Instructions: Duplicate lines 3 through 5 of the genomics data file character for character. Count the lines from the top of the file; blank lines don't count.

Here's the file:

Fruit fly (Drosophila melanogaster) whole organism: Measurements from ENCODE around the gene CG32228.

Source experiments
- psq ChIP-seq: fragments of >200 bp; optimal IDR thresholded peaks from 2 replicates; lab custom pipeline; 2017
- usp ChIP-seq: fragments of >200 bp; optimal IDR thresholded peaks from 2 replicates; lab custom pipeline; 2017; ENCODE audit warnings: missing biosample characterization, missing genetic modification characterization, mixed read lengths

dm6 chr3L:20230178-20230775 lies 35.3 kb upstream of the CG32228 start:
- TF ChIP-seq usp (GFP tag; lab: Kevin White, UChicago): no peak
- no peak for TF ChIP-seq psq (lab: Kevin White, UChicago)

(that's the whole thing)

- psq ChIP-seq: fragments of >200 bp; optimal IDR thresholded peaks from 2 replicates; lab custom pipeline; 2017
- usp ChIP-seq: fragments of >200 bp; optimal IDR thresholded peaks from 2 replicates; lab custom pipeline; 2017; ENCODE audit warnings: missing biosample characterization, missing genetic modification characterization, mixed read lengths

dm6 chr3L:20230178-20230775 lies 35.3 kb upstream of the CG32228 start: